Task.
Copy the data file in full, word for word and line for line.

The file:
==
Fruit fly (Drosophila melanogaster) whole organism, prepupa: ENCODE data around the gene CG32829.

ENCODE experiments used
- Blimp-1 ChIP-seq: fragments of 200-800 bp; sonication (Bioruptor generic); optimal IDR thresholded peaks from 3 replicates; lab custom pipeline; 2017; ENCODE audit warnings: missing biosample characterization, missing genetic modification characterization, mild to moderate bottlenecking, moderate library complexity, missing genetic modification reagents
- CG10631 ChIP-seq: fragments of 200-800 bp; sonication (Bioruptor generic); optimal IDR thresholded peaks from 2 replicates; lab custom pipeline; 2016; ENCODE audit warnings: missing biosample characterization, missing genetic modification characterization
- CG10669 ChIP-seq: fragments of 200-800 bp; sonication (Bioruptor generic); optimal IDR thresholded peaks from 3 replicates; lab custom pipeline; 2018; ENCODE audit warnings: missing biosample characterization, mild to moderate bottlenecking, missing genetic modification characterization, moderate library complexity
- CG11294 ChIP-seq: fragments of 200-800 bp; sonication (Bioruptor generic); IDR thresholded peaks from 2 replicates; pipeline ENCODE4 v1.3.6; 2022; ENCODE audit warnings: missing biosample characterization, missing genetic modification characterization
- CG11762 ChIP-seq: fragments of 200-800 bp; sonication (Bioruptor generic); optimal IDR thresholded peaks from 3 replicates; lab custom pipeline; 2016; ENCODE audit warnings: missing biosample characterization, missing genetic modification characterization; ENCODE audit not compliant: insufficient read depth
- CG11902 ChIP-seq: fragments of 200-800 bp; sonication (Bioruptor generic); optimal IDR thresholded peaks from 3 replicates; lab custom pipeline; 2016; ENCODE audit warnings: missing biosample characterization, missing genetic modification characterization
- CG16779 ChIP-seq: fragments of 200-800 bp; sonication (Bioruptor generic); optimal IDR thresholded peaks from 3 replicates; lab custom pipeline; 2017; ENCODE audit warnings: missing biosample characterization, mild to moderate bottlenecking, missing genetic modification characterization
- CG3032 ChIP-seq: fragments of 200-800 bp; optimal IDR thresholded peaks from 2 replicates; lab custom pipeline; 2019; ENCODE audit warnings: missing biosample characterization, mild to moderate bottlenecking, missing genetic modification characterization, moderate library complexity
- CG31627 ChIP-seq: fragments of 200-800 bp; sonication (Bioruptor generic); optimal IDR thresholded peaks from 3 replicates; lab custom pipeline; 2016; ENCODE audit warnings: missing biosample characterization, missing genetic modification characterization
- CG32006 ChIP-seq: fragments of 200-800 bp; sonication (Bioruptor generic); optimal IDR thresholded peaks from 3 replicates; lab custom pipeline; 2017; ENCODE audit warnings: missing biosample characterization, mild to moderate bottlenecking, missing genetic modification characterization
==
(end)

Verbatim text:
Fruit fly (Drosophila melanogaster) whole organism, prepupa: ENCODE data around the gene CG32829.

ENCODE experiments used
- Blimp-1 ChIP-seq: fragments of 200-800 bp; sonication (Bioruptor generic); optimal IDR thresholded peaks from 3 replicates; lab custom pipeline; 2017; ENCODE audit warnings: missing biosample characterization, missing genetic modification characterization, mild to moderate bottlenecking, moderate library complexity, missing genetic modification reagents
- CG10631 ChIP-seq: fragments of 200-800 bp; sonication (Bioruptor generic); optimal IDR thresholded peaks from 2 replicates; lab custom pipeline; 2016; ENCODE audit warnings: missing biosample characterization, missing genetic modification characterization
- CG10669 ChIP-seq: fragments of 200-800 bp; sonication (Bioruptor generic); optimal IDR thresholded peaks from 3 replicates; lab custom pipeline; 2018; ENCODE audit warnings: missing biosample characterization, mild to moderate bottlenecking, missing genetic modification characterization, moderate library complexity
- CG11294 ChIP-seq: fragments of 200-800 bp; sonication (Bioruptor generic); IDR thresholded peaks from 2 replicates; pipeline ENCODE4 v1.3.6; 2022; ENCODE audit warnings: missing biosample characterization, missing genetic modification characterization
- CG11762 ChIP-seq: fragments of 200-800 bp; sonication (Bioruptor generic); optimal IDR thresholded peaks from 3 replicates; lab custom pipeline; 2016; ENCODE audit warnings: missing biosample characterization, missing genetic modification characterization; ENCODE audit not compliant: insufficient read depth
- CG11902 ChIP-seq: fragments of 200-800 bp; sonication (Bioruptor generic); optimal IDR thresholded peaks from 3 replicates; lab custom pipeline; 2016; ENCODE audit warnings: missing biosample characterization, missing genetic modification characterization
- CG16779 ChIP-seq: fragments of 200-800 bp; sonication (Bioruptor generic); optimal IDR thresholded peaks from 3 replicates; lab custom pipeline; 2017; ENCODE audit warnings: missing biosample characterization, mild to moderate bottlenecking, missing genetic modification characterization
- CG3032 ChIP-seq: fragments of 200-800 bp; optimal IDR thresholded peaks from 2 replicates; lab custom pipeline; 2019; ENCODE audit warnings: missing biosample characterization, mild to moderate bottlenecking, missing genetic modification characterization, moderate library complexity
- CG31627 ChIP-seq: fragments of 200-800 bp; sonication (Bioruptor generic); optimal IDR thresholded peaks from 3 replicates; lab custom pipeline; 2016; ENCODE audit warnings: missing biosample characterization, missing genetic modification characterization
- CG32006 ChIP-seq: fragments of 200-800 bp; sonication (Bioruptor generic); optimal IDR thresholded peaks from 3 replicates; lab custom pipeline; 2017; ENCODE audit warnings: missing biosample characterization, mild to moderate bottlenecking, missing genetic modification characterization